The Forger | Granta

The Forger

Cioma Schonhaus

Translated by Alan J. Bance

In wartime Berlin, Cioma Schonhaus discovered a way of turning his talent for graphic design to good use: he forged documents which helped save hundreds of Jewish lives. His first challenge involved painstakingly recreating each of the twelve long and twenty-four short feathers on the German Imperial Eagle so that a pass stood up to scrutiny by Nazi officials. Many more forged documents were to follow, as the twenty-year-old Schonhaus attempted to stay one step ahead of the authorities. Schonhaus is breathtakingly bold – he gets himself arrested for wandering onto a military airfield and manages to talk his way out; he makes a complaint about the drunken behaviour of a policeman harassing Jewish diners in a restaurant; he goes cycling with a girlfriend in the countryside at a time when Jews were subject to curfew and banned from riding bicycles. On his final 1000-mile flight from Germany, he is forced to abandon his plan to jump on a goods train bound for Switzerland and is left with the option of swimming across the Lake Constance or cycling all the way … As those around him are one by one deported to the concentration camps, his is an astonishing story of survival.

  • Published: 07/01/2008
  • Paperback
  • ISBN: 9781862079878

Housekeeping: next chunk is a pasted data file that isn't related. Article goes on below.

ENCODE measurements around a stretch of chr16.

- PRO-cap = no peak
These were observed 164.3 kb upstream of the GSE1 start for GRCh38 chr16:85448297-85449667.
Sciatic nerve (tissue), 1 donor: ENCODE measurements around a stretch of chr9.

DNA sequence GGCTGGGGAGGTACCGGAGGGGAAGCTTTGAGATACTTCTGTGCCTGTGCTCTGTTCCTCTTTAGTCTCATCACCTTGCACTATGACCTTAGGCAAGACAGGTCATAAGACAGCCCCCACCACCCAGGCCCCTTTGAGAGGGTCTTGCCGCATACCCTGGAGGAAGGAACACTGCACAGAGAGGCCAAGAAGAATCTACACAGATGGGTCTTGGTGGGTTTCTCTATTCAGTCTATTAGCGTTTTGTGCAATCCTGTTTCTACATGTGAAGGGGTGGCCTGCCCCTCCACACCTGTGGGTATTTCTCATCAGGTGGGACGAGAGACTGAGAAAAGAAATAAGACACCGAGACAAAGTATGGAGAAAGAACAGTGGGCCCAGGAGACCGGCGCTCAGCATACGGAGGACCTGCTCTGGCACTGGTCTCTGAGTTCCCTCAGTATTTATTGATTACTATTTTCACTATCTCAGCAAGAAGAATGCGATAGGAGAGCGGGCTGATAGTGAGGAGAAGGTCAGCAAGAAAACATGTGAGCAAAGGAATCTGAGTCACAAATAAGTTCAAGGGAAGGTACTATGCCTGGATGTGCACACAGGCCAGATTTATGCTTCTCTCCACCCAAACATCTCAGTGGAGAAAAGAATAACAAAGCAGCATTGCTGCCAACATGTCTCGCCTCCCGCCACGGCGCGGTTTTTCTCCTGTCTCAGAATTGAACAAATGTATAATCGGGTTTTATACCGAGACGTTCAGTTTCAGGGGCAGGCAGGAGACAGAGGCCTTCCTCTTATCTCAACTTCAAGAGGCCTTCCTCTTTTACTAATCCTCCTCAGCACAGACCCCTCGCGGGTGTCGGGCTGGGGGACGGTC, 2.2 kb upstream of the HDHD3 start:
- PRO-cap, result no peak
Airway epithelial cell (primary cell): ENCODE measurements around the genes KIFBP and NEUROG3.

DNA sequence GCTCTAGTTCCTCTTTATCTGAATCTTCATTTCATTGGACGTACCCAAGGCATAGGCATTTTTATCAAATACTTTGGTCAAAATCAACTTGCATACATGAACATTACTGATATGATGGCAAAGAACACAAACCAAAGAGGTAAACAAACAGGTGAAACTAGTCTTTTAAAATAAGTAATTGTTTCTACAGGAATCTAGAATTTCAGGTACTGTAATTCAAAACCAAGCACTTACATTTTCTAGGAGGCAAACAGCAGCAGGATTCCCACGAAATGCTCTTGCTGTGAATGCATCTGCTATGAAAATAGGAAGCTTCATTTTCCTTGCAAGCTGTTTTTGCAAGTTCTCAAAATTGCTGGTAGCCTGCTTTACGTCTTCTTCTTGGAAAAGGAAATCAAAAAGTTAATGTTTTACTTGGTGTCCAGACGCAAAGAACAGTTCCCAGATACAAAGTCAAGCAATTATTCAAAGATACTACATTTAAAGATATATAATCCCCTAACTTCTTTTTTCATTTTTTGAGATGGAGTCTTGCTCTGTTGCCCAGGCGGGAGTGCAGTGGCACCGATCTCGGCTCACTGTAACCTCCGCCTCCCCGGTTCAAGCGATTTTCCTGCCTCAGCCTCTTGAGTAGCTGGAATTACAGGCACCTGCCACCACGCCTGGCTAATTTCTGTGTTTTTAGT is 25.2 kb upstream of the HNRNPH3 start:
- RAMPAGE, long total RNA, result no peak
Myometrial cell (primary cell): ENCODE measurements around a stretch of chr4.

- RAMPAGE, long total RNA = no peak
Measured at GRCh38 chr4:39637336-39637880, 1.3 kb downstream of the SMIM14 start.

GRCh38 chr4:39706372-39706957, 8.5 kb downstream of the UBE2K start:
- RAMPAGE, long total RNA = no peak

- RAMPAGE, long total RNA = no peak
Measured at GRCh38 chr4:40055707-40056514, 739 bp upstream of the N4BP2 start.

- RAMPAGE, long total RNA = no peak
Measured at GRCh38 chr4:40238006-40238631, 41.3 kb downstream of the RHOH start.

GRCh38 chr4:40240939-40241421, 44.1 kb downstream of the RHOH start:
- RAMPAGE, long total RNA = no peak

• 131x20mm, 200 pages

This is so remarkable a story of survival - with its almost apologetic air of fairy tale - that the sceptical might wonder at its authenticity ... The writing says otherwise: it has the understated, random improbability of truth

Guardian

Now in his eighties, Schonhaus recalls his adventures with gusto ... honest and thoughtful ... a real page-turner

BBC History Magazine

The Author

Cioma Schonhaus was born in Berlin in 1922 to Russian immigrant parents. He studied graphic design and did numerous jobs in the early years of the Second World War. From 1942-3 he remained in Berlin illegally, forging documents for other Jews. While on the Gestapo’s wanted list, he escaped armed with papers he’d made himself by cycling into Switzerland, where he still lives today.

More about the author →

The Translator

Cioma Schonhaus was born in Berlin in 1922 to Russian immigrant parents. He studied graphic design and did numerous jobs in the early years of the Second World War. From 1942-3 he remained in Berlin illegally, forging documents for other Jews. While on the Gestapo’s wanted list, he escaped armed with papers he’d made himself by cycling into Switzerland, where he still lives today.

More about the translator →